Right thinking individuals should read the play by now and see that 'do something', of course, is code for hanging more blacks and Indians on death row, turning Laventille, Morvant, Arima, Diego Martin and Carenage into police states, having more police search homes of the poor and shooting suspected bandits (and former accomplices) with impunity; 'do something' is a way for the government to sell to people that it is addressing crime and has a clue as to what is going on in the country; 'do something' is a ruse, a general distraction that satisfies all the necessary elements and makes the country 'safe' again for the elite to carry on its white collar crime in peace without undue attention being called to its own activities. In Trinidad it suits everyone just fine that crime is only defined as the illegal activities of poor Blacks and Indians and being tough on crime means killing, beating and locking them up. And of course, it is these crimes that make for better sensational press items, make better fodder to emotionally terrorize a nation and bombard it with images of a nation 'suddenly' gone crazy because of the delinquent, poor, African youth. Crime does not apply to the whites and brown skinned elites of the country; it simply applies to everyone else. In this way 'everyone' wins; everyone that matters, that is.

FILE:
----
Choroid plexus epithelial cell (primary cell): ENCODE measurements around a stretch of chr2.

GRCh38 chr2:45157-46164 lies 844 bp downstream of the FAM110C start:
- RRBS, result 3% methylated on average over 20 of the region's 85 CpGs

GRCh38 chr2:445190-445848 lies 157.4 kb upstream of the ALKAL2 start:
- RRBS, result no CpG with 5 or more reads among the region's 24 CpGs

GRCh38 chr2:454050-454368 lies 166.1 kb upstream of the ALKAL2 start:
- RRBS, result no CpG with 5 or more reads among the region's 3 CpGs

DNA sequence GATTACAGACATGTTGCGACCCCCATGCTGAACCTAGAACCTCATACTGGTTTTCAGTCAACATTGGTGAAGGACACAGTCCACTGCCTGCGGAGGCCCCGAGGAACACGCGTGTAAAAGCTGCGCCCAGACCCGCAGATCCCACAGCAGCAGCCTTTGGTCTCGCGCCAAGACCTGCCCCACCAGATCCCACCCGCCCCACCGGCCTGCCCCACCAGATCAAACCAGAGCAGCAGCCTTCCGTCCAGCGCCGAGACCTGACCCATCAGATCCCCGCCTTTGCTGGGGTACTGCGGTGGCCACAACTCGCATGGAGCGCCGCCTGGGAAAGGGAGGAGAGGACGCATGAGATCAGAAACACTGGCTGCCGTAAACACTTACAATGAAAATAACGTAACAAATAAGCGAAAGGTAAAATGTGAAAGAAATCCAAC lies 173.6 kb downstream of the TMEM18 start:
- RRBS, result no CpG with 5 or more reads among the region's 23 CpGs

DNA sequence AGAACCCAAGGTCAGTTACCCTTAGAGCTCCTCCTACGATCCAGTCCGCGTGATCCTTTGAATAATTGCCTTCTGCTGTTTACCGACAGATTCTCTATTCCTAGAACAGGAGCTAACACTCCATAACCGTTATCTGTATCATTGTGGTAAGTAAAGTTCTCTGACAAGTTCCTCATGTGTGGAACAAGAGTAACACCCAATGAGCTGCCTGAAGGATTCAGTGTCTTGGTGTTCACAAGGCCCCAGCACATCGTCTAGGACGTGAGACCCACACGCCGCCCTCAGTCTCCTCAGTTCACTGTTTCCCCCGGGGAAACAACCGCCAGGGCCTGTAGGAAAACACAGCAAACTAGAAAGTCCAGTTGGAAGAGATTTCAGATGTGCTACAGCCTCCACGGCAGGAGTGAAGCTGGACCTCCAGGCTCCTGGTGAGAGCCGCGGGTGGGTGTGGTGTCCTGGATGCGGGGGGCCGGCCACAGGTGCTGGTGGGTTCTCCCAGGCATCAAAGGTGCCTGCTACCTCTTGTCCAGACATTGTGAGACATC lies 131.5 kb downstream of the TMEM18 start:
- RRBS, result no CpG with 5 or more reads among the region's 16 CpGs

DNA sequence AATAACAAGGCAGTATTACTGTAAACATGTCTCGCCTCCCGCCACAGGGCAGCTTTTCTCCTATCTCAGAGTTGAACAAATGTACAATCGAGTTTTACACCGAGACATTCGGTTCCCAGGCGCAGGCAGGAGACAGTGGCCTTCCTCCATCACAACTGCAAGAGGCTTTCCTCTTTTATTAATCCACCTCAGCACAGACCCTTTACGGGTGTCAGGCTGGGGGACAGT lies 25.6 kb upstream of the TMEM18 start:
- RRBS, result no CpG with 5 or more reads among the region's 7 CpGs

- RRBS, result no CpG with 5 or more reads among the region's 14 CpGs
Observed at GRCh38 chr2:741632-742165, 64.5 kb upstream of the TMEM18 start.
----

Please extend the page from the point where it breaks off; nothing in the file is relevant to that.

The truth is that whites in this country are somehow seen as impartial, as credible, as those on whom 'both sides' can depend. They are supposedly above the racism debate, which has been confined to Africans and Indians. The Whites, Syrians and mixed groups are seen as the 'true' non-racist Trinis who go to cricket in the Trini Posse stand and advertise Carib beer in fun loving commercials. They go to Maracas Beach and eat bake and shark, play Mas religiously and patronize theatre and the arts. They control the business interests and so they are seen as being 'concerned' with the bottom line, so of course their motives are not questioned. They continue the construction of the white saviour / plantation owner who only intervenes in the squabbles of its slaves when it begins to affect his own great house and has all the impartiality of a supreme judge. The biological family of Keith Noel certainly did not question their motives or the futility of the exercise. Blacks are only too glad when whites appear to become their champions and appear to be caring about their issues. It gives the situation some validity, as if the big boys are now in your corner. They are quite content to be someone's pet Negro for a day and allow themselves to be used. This factor, in addition to the grief that I am certain the family felt at the death of their relative and their desire for some retribution and attention to be given to their plight, made them easy fodder for this group whose agenda may be anything but 'pure'.